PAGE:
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Censoring Revolution: the Lord Chamberlain and the Soviet Union

  • Steve Nicholson

Abstract

In two earlier articles, Steve Nicholson has explored ways in which the the right-wing theatre of the 1920s both shaped and reflected the prevailing opinions of the establishment – in NTQ29 (February 1992) looking at how the Russian Revolution was portrayed on the stage, and in NTQ30 (May 1992) at the ways in which domestic industrial conflicts were presented. He concludes the series with three case studies of the role of the Lord Chamberlain, on whose collection of unpublished manuscripts now housed in the British Library his researches have been based, in preventing more sympathetic – or even more objective – views of Soviet and related subjects from reaching the stage. His analysis is based on a study of the correspondence over the banning of Geo A. DeGray's The Russian Monk, Hubert Griffith's Red Sunday, and a play in translation by a Soviet dramatist, Sergei Tretiakov's Roar China. Steve Nicholson is currently Lecturer in Drama at the Workshop Theatre of the University of Leeds.

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Notes and References

1. Unsigned comment on the The Russian Monk, by Geo DeGray, in the Lord Chamberlain's files on Censorship. The play itself is in the Lord Chamberlain's Collection of Unlicensed Plays.

2. The best known is Richard Findlater's valuable Banned! A Review of Theatrical Censorship in Britain 1901–1968, and the most comprehensive and academic Florance's, John A. Theatrical Censorship in Britain 1901–1968, unpublished Ph. D Thesis, University of Wales, 1980. Johnston, John, a former member of the Chamberlain's, Lord Office who has had prior access to many of the papers and much relevant information, has published The Lord Chamberlain's Blue Pencil (London, 1990).

3. Pigott, E. F. Smythe, cited in Woodfield, James, English Theatre in Transition 1881–1914 (Beckenham, 1984), p. 113.

4. Redford, G. A., from Report from the Joint Select Committee of the House of Lords and the House of Commons on the Stage Plays (Censorship), together with the Proceedings of the Committee, Minutes and Appendices (H.M.S.O., 1909), cited in John A. Florence, op, cit., p. 259.

5. Knowles, Dorothy, The Censor, the Drama, and the Film 1900–1934 (London, 1934), p. 122.

6. The report was published on 11 November 1909, and consisted of 375 pages. Of the seven justifications for refusing a licence, three had direct political implications: a play must not ‘represent on the stage in an invidious manner a living person, or any person recently dead’; it must not ‘be calculated to impair friendly relations with any Foreign Power’; and it must not ‘be calculated to cause a breach of the peace’. See Report from the Joint Select Committee of the House of Lords and the House of Commons on the Stage Plays, op. cit. However, no recommendations were binding since no legislation was introduced.

7. Quoted in Griffith's, Hubert ‘Introduction’ to the published text of Red Sunday (London, 1929), p. XVXVI.

8. The Russian Monk was received by the Lord Chamberlain's Office on 22 February 1918.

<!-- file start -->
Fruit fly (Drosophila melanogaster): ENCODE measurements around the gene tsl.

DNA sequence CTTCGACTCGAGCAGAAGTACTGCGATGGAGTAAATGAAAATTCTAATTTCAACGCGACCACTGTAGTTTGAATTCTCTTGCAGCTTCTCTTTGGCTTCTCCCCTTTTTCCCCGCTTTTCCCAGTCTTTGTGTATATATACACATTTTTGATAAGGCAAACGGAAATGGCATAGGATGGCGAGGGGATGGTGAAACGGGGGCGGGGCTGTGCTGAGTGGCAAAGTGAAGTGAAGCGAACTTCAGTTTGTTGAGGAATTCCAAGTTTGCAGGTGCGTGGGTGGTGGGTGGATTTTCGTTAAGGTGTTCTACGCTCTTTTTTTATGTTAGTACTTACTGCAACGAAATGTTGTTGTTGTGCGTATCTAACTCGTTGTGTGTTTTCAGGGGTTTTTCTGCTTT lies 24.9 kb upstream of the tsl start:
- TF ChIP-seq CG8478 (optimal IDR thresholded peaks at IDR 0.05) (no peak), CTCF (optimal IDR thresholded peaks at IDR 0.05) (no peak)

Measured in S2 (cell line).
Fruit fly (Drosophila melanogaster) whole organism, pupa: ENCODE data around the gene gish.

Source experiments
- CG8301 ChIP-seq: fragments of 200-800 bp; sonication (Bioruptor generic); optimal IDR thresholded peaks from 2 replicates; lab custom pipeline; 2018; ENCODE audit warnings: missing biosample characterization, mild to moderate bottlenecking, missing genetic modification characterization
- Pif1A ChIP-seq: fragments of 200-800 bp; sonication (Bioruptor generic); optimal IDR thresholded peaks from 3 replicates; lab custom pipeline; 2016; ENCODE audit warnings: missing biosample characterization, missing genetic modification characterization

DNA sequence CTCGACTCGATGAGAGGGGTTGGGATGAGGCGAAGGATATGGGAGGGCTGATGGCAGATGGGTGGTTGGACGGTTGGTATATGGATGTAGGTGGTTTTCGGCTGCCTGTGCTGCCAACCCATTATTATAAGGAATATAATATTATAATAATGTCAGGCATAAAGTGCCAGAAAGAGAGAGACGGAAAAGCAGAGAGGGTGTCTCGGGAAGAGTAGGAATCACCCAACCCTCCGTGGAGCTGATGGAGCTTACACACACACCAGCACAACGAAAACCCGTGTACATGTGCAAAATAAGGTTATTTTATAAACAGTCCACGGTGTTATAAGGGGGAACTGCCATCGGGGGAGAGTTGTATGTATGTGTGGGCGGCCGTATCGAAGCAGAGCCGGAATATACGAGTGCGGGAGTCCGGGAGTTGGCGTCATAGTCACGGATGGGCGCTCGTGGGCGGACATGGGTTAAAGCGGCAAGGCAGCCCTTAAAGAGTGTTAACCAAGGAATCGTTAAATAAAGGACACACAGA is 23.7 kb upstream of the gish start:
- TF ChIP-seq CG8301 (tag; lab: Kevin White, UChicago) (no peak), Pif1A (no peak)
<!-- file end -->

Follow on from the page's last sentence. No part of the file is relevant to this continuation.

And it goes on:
9. Chamberlain's, Lord Files relating to the Censorship of Plays, The Russian Monk, letter from War Office to Colonel Sir Dawson, Douglas, 10 10 1917.

10. Ibid., letter from Dawson to Cockerill, 4 Mar. 1918.

11. Ibid., reader's comment from Ernest A. Bendall, 25 Feb. 1918.

12. Ibid., reader's comment from G. S. Street, n.d.

13. Ibid., reader's comment, illegible signature, n.d.

14. Ibid., reader's comment, illegible signature, 14 Mar. 1918.

15. Ibid., memorandum from Ernest A. Bendall, 15 July 1919.

16. Ibid., letter from Geo A. DeGray to Reader of Plays, 28 June 1921.

17. Lord Chamberlain's Files on Censorship, Rasputin.

18. It was produced at the Arts Theatre on Sunday 27 June 1929.

19. The Times, 1 July 1929, p. 15.

20. Chamberlain's, Lord Files relating to the Censorship of Plays, Red Sunday, unsigned memorandum from Keeper of the Privy Purse, Buckingham Palace, to the Lord Chamberlain, 3 07 1929.

21. Ibid., letter from Cromer to Keeper of the Privy Purse, Buckingham Palace, 4 July 1929.

22. Ibid., addition in red ink to reader's report, refusing a licence, 30 July 1929.

23. Hubert Griffith, ‘Introduction’ to Red Sunday, op. cit., p. xiv.

24. Ibid., p. 5.

25. Translated by Nixon, Barbara, Roar China was submitted on 8 04 1931 for performances in the week beginning 4 May.

26. Red Nights of the Tcheka.

27. ‘The Season's Programme’, Festival Theatre Review, IV, No. 72 (18 April 1931), p. 9.

28. Chamberlain's, Lord Files relating to the Censorship of Plays, Roar China, reader's report, signed G. S. Street, 8 04 1931.

29. Ibid., letter from Lord Cromer to Mr. Harris, Home Office, 10 April 1931.

30. Ibid., letter from A. Willert, Foreign Office, to Home Office, 22 April 1931.

31. Ibid., letter from Cromer to Rear–Admiral G. K. Chetwode, CB, CBE, 25 April 1931.

32. Ibid., letter from George Chetwode, addressed ‘My dear Lord Cromer’, 27 April 1931.

33. The production took place in Manchester in November 1931.

34. Chamberlain's, Lord Files relating to the Censorship of Plays, Roar China, report by Salford City Police on the Unnamed Society, 17 11. 1931.

35. John Johnston, The Lord Chamberlain's Blue Pencil, op. cit., p. 21.

36. Dorothy Knowles, op. cit., p. 4.

37. Hubert Griffith, ‘Introduction’ to Red Sunday, op. cit., p. x.

38. Ibid., p. viii.

Censoring Revolution: the Lord Chamberlain and the Soviet Union

  • Steve Nicholson

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